Engineering graduate’s app catches Apple’s eye
Seth Friedman met the world’s most innovative software developers this summer at Apple’s Worldwide Developer Conference in San Francisco. For five days in June, 1,000 Apple engineers and 5,000 developers gathered to reveal Apple’s latest technological innovations.
A notoriously secretive company, Apple had promised it is working on its “best product pipeline in 25 years,” according to Eddy Cue, Apple senior vice president of Internet software and services, in an interview a week before the conference.
Friedman, just shy of a month of receiving his bachelor’s degree in computer science and math at Vanderbilt, was one of 200 students worldwide to win an Apple scholarship worth more than $1,500 to attend WWDC 2014 – June 2-6.
What caught Apple’s eye was Friedman’s app framework that eliminates the need to “tap and swipe” on a device. Instead, a simple tilt of the wrist – left or right – will allow navigation.
Apple required students seeking scholarships to create something that told the company about the applicants and about their prior software development and work experience.
“We had to make an iPhone app to demonstrate our skills and to introduce ourselves. In terms of the app I created for the scholarship, in general it was a resume that highlighted my education, internships and mobile software development experience. The key cool feature, though, is an open-source framework I am currently developing using Apple’s Core Motion framework,” Friedman said.
“Instead of swiping and tapping to navigate from screen to screen within an app, my framework allows users to gently tilt their wrist to the left and the right, and the app will navigate for them,” said Friedman, whose software engineering internships included summer stints at Uloop and CTS America, Inc.
Friedman included functionality for the new motion framework he’s working on for iOS, currently called SNFMotionKit. iOS is an operating system used for mobile devices manufactured by Apple.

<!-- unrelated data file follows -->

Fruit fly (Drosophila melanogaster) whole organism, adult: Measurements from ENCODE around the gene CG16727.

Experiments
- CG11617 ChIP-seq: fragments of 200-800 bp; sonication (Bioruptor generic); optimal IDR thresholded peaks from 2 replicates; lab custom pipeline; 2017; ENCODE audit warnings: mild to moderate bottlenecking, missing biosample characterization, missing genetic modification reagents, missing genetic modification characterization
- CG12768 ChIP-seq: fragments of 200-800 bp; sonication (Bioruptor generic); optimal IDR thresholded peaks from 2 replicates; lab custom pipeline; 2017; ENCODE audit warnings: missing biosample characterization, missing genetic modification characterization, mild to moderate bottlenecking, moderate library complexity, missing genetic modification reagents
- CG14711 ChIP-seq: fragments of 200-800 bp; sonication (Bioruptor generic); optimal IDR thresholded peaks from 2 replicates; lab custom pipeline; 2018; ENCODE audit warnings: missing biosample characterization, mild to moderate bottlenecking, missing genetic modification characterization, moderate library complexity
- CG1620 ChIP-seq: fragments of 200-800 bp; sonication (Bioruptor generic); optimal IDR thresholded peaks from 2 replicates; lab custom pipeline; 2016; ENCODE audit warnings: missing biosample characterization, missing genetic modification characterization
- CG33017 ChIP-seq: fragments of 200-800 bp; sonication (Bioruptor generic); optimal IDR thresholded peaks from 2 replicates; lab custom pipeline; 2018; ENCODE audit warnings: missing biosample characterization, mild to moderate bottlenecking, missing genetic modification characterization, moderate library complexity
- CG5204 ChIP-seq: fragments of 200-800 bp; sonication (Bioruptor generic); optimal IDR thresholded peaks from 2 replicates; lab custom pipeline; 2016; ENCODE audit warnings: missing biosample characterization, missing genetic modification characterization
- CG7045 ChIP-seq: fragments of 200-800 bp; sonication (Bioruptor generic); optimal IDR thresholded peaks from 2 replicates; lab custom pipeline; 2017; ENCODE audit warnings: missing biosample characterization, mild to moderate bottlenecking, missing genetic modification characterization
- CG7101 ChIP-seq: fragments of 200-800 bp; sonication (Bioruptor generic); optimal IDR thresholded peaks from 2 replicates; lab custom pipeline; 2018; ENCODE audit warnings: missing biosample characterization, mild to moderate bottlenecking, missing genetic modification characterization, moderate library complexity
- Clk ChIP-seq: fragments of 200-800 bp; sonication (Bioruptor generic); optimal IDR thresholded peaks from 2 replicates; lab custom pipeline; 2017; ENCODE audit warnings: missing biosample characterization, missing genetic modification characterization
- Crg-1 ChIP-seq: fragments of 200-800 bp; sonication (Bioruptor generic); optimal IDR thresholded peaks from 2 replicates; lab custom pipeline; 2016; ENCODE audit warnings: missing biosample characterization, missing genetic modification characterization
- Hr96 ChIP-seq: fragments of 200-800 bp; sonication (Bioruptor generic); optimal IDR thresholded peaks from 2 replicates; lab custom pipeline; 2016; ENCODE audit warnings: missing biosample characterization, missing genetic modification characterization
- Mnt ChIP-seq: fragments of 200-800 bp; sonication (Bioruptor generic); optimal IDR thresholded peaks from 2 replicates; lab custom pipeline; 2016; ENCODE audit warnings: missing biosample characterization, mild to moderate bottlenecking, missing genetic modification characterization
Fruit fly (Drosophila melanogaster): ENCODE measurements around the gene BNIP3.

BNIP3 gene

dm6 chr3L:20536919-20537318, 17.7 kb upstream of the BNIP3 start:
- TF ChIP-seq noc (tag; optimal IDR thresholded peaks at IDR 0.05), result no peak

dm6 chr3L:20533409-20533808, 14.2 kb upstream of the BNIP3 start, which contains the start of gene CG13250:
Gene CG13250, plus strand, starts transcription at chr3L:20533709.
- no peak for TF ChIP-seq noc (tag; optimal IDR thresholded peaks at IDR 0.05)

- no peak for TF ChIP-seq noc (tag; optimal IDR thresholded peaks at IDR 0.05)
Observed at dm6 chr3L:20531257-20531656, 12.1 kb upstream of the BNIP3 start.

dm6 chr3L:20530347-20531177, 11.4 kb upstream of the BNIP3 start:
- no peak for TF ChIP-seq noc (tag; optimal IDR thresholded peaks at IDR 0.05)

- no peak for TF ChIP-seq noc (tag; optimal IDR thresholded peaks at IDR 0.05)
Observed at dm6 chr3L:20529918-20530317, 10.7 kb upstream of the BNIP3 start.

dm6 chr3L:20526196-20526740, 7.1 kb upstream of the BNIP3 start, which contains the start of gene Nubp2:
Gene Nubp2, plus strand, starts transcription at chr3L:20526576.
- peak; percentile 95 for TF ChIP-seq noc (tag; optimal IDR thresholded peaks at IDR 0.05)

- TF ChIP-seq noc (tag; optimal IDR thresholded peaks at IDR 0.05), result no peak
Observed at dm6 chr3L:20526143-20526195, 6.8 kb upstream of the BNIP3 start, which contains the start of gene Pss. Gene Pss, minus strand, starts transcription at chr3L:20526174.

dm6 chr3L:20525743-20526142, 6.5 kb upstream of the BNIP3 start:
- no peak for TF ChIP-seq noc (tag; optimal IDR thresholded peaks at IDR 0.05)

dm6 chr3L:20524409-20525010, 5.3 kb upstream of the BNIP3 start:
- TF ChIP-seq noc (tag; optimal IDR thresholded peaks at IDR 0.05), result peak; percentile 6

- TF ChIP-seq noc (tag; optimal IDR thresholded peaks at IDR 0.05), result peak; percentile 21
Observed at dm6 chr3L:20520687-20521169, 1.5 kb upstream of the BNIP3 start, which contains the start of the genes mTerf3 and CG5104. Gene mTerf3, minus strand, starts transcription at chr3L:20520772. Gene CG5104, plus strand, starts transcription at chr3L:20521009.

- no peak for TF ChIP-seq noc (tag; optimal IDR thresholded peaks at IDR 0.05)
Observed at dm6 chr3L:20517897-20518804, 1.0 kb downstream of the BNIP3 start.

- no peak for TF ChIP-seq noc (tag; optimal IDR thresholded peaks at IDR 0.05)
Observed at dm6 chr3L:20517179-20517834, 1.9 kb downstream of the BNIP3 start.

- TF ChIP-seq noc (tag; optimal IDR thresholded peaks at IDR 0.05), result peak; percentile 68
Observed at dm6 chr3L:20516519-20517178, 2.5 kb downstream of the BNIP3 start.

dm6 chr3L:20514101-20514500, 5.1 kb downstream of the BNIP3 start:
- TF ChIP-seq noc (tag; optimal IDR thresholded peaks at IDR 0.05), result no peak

“As our devices get bigger, I wanted to create a new, alternate method for interacting with our devices besides touch, since it can be hard for one’s thumb to reach all the way to the top of the screen, for instance,” said Friedman, who is a software development engineer at Amazon in Seattle, Washington.
“I took advantage of Apple’s Core Motion framework and designed a framework that allows users to interact with their apps through tilt gestures. For example, tilting the device to the right moves a page back in whatever app the user is currently in. This unfortunately isn’t something that can just be installed on a user’s device. Individual apps will need to adopt this paradigm,” he said
Friedman is optimistic that other developers in the iOS community will like this idea and incorporate it into their own apps. Friedman’s open-source SNFMotionKit is on GitHub here.
The young engineering school alumnus said the conference has been an incredible experience.
“It was all very exciting. One day the students were told we would be meeting with some “distinguished guests tomorrow” that Apple didn’t reveal. We wondered if it would members of Apple’s executive team,” he said.
The next day Friedman rubbed shoulders with Craig Federighi, Apple’s senior vice president of software engineering, and Jonathan Ive, Apple’s senior vice president of design, among others.
Before graduation in May Friedman already had a wealth of experience in mobile software development. For one of his projects through the student organization VandyApps, Friedman developed an open-source app for iPhones called VandyVans that provided a fast, native way for Vanderbilt students to access the campus van schedule as well as a live map of the vans’ locations.
In the summer after his freshman year at Vanderbilt, Friedman interned at CTS America, Inc., a Pensacola, Florida-based company that provides real-time information through integrated software solutions for law enforcement officers, firefighters, EMS personnel and dispatchers.
“Seth demonstrated a high degree of intelligence, and very quickly adapted to the differences between programming in a university environment and programming commercially,” said Martin Westwood, CTS software engineering manager.
Ryan MacCarthy managed Friedman during a summer internship at Uloop, a network of online marketplaces and university news websites for college students featuring classified advertisements.
MacCarthy describes Friedman best: “Seth ‘gets’ mobile.”